What Would You Do If You Were President?

If I were President…Lana

‘If I were President’ is a phrase that litters many a conversation in the Kurdish community. As a child I would always wonder whether a group of ‘grown-up’ Kurds could make it past an hour without some form of politics sneaking into the conversation and turning into passionate debates.

Being a politician is a job that many profess to have the wisdom to perform better than the current milieu of political leaders and their potential successors and rivals. Conversations are often made in jest but deep down the sentiments of what they say are often true.

I do not profess to know how to cure all of Kurdistan’s woes and to grow her into a successful state where freedom of speech is not a tool for slander but a responsibility and right afforded to all our citizens, politicians included. I do not claim to know the exact route to independence but I would not dangle that hope in front of the people without having the means to achieve it.

If I were President, I would then presume that Kurdistan had already undergone a period of transformation, progress and enlightenment. After all they would have been the first country in the Middle East to freely elect a female head of state.

Continuing with the theme of enlightenment, if I were to have made it to the lofty position of President, one of my utmost priorities would be to completely revolutionize the education system of Kurdistan. What we build today has to be defended, preserved and further developed by future generations. Therefore, only when we open the minds of our future generations to scientific facts and teach them to question and seek knowledge rather than parrot form learning by rote will Kurdistan achieve her full potential. Schools and universities must not be exploited to spread biased political or religious views.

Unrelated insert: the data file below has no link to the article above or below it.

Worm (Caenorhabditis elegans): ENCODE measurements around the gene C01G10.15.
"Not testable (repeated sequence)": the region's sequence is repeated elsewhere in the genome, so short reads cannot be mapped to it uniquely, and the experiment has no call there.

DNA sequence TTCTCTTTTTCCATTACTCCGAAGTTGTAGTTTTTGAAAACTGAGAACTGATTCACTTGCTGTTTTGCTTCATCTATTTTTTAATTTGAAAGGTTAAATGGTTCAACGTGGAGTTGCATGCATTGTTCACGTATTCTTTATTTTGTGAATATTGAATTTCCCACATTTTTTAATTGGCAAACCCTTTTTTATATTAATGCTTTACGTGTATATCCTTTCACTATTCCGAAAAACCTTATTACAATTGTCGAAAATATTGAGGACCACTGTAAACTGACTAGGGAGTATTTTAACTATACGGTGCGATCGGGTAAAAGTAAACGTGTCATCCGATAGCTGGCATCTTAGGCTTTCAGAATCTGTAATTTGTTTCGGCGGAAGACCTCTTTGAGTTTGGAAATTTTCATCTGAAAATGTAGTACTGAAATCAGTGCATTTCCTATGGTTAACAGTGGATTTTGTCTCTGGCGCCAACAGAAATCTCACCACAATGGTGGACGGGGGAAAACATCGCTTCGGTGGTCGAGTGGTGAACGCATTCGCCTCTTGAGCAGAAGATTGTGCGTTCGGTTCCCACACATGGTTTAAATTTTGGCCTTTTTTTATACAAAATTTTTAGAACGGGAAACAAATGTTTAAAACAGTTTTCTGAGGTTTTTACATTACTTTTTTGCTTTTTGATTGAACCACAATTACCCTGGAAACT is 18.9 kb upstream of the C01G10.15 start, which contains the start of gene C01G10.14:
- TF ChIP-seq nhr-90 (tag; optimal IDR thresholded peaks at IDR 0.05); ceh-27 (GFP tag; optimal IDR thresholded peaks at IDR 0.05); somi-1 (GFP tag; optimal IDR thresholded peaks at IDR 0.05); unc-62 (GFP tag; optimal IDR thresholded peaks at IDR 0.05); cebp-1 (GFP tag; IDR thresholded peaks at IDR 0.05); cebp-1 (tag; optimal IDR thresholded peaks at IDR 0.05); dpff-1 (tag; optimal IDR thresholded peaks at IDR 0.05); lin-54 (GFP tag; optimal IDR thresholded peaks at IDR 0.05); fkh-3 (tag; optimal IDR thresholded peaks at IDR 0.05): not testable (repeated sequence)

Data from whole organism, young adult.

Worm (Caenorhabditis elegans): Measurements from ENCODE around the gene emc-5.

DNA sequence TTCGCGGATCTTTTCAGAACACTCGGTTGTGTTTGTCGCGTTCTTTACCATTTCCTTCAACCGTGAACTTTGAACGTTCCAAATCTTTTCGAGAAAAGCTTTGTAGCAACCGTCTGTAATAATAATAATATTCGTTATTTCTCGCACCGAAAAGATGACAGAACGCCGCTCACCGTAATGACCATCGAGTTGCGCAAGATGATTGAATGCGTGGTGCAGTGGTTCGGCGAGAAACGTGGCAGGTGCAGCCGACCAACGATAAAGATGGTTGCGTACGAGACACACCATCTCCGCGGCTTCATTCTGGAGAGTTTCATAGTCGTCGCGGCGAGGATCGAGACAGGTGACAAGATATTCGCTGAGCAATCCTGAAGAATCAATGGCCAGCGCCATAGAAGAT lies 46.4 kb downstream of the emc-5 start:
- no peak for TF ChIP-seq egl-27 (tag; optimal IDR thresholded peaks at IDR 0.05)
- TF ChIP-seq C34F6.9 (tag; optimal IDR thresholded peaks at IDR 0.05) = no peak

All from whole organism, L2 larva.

I would use the wealth from the black gold atop which we sit as a tool to finance a solid infrastructure from which to build our nation to avoid stagnation and dependency. The people of Kurdistan will be here long after the oil runs out and it is our duty to educate future generations and build the foundations of a strong nation with a financial and cultural wealth that long outlives our oil and gas reserves.

In every nation that at some point in history has been considered great there are extraordinary educational institutions; by this I do not mean only the hallowed halls of the World’s top universities but good schools that allow every child the chance in life to achieve, regardless of their origin or family background.

No education system is ever perfect, at some point they will falter and stumble unless they are developed and changed with time. But to strive for excellence has never been easy and it takes time and effort from all in society and those elected to serve the people should lead by example. The educational system in Kurdistan must evolve to serve the needs of our people and to encourage excellence in every field. Society’s greatest respect should be afforded equally to all those who strive to do their best, whatever their chosen profession and to all those who work hard to educate themselves and their families in order to build a better Kurdistan.

To be educated is not just to pass an exam that one has crammed for, but to have an appreciation for knowledge, to accept that we will never know everything or have all the answers and to acquire an analytical and rational approach to solving problems. A nation’s progress is measured by the quality of education they provide for their children.

Some may read this column with scorn and think that these are the words of a naïve girl, who scarcely understands the power politics of the region and that may be the case; but I at least understand that in the long term knowledge also creates power and for Kurdistan to be strong, we need an arsenal that incorporates more than weapons and oil alone.

 

By: Lara Fatah

Slemani, Kurdistan

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